My daughter Jessica had asked for a camera to celebrate the arrival of her sister Sophie. As she said; “Sisters are special. Sisters can buy you ‘born gifts’. I would like a camera.” Being a soft touch, I complied and she’s making good use of a seemingly bombproof Nikon S33 – for example.
As she makes headway with that I’ve set myself the challenge of teaching her to shoot. Moleskine/Milk have a neat promotion to offer a free photo book to Getty Contributors, and I thought I would use my free credit to create a “how to take photographs” book for Jessica. In beginning the process of writing that book, I’ve been reminded of some of the reasons I shoot and – resonating with what I’ve taken from the inspirational David duChemin – have come to realise how much harder I could be pushing the envelope in terms of creative photography.
Intentional camera movement has stood out to me as part of that for a couple of reasons.
For starters, it offers benefits in terms of being an initially low pressure style of photography that can be practiced in brief moments, and is possible at night, without significant kit, whilst offering an infinity of new subjects within even a minute’s walk from the house. I’m also enjoying the more poetic quest to shoot “how it feels” as outlined in this original post. And I’m also seeing how intentional camera movement or ICM resonates with the core principal of my photographic style.
More and more my literal photography is feeding my stock library at Getty Images. There you’ll find those shots I consider well taken, technically sound images of scene or objects that I found interesting or thought might be salable.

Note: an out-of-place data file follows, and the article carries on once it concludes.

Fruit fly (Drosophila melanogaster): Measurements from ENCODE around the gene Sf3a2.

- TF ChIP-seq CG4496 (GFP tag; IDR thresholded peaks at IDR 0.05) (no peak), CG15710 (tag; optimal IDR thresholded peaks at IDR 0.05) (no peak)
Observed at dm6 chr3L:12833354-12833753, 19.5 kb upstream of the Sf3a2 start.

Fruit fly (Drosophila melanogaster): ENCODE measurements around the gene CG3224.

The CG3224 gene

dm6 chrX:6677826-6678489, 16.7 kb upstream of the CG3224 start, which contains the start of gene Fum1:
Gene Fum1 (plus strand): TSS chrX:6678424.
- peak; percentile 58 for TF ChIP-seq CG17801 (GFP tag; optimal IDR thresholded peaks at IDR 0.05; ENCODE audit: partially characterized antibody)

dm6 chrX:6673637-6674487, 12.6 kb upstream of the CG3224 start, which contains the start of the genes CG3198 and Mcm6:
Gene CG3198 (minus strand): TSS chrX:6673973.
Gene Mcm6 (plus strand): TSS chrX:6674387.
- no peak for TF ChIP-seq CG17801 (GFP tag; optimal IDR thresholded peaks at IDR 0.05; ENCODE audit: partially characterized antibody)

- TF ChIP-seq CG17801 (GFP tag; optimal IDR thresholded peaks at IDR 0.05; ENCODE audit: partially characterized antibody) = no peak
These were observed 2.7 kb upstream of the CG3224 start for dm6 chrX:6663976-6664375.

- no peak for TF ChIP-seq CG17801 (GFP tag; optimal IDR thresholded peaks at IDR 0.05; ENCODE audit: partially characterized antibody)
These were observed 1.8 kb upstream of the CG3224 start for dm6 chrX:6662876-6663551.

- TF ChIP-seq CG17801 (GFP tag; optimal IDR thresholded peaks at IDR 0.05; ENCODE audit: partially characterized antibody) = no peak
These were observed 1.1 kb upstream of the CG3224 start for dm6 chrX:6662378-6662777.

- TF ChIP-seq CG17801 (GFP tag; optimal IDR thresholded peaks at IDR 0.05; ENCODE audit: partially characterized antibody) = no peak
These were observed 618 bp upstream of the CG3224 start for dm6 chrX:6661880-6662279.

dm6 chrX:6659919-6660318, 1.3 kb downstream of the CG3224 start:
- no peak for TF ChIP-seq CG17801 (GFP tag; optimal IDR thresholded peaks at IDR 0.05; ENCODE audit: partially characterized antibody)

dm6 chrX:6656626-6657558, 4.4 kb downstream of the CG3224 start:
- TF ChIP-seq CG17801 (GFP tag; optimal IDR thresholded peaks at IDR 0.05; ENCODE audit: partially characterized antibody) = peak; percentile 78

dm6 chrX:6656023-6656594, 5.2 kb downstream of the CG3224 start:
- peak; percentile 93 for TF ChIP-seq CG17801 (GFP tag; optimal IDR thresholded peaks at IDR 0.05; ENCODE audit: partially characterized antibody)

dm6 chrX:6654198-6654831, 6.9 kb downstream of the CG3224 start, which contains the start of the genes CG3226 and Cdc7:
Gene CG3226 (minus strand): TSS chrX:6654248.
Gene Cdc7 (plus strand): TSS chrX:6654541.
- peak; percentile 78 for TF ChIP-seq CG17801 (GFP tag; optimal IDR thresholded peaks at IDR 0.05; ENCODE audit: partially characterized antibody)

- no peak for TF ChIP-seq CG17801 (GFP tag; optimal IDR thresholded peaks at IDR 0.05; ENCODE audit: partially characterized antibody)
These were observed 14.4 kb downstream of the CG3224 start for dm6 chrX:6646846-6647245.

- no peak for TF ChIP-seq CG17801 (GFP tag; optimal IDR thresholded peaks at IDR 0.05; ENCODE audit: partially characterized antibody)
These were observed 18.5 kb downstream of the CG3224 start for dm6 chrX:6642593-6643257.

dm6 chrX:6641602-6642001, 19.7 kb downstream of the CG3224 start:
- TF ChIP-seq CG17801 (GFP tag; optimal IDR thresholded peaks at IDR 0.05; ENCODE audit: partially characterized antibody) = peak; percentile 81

The kind of photography I consider “mine”, and the kind of photography I’m trying to teach Jessica, is based on the idea of making the mundane appear fantastical. So far that’s taken a couple of branches.
The first, and longest standing, is long exposure and light painting. Shots like the following where by compressing time and adding light one can take a dull night scene and conjure something a little more magical, something one step left of reality.
The second path is one of shooting street portraits of strangers, usually with a dash of adding light from a reflector or strobe or more, with the aim of taking an average person from the street and elevating them to a Vogue style icon.
ICM seems to offer another path on that journey – expressing an element of fantasy from everyday scenes, like the trees above, or from leaves on a pavement/sidewalk.
Apple tree at night, single second exposure, tight, rapid loops
Autumn beach leaves in sunlight, 1/5 second exposure, fast vertical sweep